Everything You Need To Know About Emergence Of Gandhi
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The Emergence of Gandhi- UPSC Notes

The Emergence of Gandhi

The emergence of Gandhi in the Indian National movement is known for the beginning of the mass mobilisation phase. Before he arrived in India in 1915, he was in South Africa from 1893 to 1915, where his experiences made him take up the fight against colonialism.

Gandhi ji developed his philosophy during his struggle in South Africa, based on non-violence and Satyagraha to give a new direction to the mass movement.

Everything You Need To Know About Emergence Of Gandhi

Early Career and Political Experiments in South Africa

Gandhi went to South Africa in 1893 as a barrister for a Gujarati merchant, Dada Abdullah, on a one-year contract. His painful experiences of racial discrimination made him realise the suffering and humiliation faced by the Indians there.

Indians living in South Africa were mostly ex-indentured labourers and merchants. They lacked the education and political awareness to demand their right. Gandhi tried to raise political awareness and mass mobilise them for their rights and justice.

Gandhiji’s political journeys went through various phases. It can be seen in the following phases.

Moderate Phase

  • From 1894 to 1906, Gandhi was a proponent of the constitutional steps. He relied on drafting petitions to the authorities in South Africa, Britain and India.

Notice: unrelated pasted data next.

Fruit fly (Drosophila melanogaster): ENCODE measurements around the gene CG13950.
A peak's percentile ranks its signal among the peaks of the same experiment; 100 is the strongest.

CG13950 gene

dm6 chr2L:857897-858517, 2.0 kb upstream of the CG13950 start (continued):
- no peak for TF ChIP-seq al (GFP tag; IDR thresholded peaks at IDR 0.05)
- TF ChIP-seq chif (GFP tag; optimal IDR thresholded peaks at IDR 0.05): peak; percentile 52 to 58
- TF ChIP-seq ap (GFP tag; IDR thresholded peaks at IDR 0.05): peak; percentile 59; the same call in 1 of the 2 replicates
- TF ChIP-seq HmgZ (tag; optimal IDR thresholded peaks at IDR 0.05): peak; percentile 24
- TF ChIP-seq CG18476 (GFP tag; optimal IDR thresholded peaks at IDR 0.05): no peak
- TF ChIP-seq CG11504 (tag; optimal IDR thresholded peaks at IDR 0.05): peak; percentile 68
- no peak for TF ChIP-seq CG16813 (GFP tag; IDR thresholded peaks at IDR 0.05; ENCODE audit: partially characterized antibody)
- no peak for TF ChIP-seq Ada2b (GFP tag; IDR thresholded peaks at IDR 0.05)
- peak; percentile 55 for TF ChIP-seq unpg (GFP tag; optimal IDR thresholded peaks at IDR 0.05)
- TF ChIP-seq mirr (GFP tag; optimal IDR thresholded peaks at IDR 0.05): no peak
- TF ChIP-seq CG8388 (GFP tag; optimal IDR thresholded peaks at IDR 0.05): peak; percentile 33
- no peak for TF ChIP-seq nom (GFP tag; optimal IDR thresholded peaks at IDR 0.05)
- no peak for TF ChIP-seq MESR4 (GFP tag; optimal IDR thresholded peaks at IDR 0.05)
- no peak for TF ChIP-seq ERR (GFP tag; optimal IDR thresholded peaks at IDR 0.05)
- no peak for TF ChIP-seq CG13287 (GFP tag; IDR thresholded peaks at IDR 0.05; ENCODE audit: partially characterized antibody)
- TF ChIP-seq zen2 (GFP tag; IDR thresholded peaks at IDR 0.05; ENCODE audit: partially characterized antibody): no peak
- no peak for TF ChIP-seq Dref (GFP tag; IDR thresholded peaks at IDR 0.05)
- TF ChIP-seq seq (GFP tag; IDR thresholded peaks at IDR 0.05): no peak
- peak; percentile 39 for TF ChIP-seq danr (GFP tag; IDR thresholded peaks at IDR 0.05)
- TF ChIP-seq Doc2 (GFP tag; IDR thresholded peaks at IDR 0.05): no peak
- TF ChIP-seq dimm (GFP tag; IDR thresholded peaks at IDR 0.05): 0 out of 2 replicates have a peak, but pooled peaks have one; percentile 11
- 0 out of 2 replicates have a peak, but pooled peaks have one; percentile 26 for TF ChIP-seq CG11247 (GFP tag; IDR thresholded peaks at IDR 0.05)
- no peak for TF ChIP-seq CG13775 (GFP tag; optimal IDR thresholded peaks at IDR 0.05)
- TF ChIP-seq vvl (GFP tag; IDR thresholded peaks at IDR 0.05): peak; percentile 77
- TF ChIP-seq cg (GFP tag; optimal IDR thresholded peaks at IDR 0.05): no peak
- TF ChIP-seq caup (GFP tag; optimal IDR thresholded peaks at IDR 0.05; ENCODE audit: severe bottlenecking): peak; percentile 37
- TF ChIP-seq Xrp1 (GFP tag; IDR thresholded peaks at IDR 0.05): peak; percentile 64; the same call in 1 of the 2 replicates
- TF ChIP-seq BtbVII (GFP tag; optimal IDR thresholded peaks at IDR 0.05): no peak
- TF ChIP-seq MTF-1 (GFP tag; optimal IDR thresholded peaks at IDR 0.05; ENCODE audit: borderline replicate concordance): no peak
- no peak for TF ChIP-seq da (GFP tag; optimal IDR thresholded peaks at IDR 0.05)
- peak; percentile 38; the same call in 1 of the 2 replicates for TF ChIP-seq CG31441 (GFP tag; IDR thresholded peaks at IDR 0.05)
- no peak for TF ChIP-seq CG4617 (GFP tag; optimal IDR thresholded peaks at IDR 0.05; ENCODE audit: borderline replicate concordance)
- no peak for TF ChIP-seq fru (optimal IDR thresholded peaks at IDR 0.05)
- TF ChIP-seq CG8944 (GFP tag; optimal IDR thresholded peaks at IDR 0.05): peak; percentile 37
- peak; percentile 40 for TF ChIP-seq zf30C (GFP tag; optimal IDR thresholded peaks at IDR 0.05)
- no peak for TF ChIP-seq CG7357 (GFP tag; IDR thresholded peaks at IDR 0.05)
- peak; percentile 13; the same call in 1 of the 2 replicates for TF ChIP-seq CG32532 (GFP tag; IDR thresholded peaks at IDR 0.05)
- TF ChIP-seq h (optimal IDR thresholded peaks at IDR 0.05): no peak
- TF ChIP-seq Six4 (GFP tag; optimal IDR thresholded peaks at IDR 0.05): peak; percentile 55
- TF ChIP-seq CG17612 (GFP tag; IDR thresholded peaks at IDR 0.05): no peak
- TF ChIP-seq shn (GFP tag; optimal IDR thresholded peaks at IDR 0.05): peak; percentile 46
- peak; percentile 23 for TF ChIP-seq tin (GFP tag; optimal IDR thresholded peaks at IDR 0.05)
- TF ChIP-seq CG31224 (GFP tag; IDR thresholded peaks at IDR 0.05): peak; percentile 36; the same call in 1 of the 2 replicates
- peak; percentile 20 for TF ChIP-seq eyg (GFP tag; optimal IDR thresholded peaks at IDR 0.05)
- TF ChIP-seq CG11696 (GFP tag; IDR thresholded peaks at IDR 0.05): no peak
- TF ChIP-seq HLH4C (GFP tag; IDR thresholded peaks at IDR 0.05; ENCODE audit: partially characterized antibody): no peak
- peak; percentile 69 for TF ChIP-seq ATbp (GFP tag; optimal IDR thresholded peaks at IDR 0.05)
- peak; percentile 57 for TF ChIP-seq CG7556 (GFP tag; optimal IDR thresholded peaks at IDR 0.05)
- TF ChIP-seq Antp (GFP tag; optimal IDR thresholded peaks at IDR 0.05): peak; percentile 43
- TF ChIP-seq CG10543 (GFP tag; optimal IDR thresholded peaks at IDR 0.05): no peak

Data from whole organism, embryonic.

• He tried to unite the Indians and amplify their demand, for which he set up the Natal Indian Congress in 1894 and brought out a newspaper, Indian Opinion.

The phase of passive resistance

  • The period from 1906 to 1915 is marked by the experiment of passive resistance, civil disobedience, or Satyagraha, as Gandhi called it.
  • Satyagraha was against mandatory certificates of registration and restrictions on immigration. It was against newly enacted legislation in 1906, which made it compulsory for Indians to have registration certificates with their fingerprints on them and carry them all the time.
  • Gandhi mobilised the Indians in Johannesburg and appealed to them to defy the new law without indulging in violence. During the resistance, hundreds of Indians were imprisoned, including Gandhi himself.
  • Meanwhile, the government introduced new legislation in 1908 to restrict Indian immigration.
  • The ongoing running campaign was widened, and several prominent Indians from Natal crossed into Transvaal to defy the law.
  • In India, Gokhale toured the entire country to mobilise public opinion in support of Indians in South Africa.

Satyagraha against the poll tax and invalidation of non-Christian marriages

  • The ongoing resistance was widened to protest against the poll tax of three pounds on all ex-indentured Indians.
  • The resistance further included the issue of invalidation of all non-Christian marriages by the Supreme Court.
  • Indians took up this matter as an insult to the honour of their women; many women were also drawn into the movement because of this.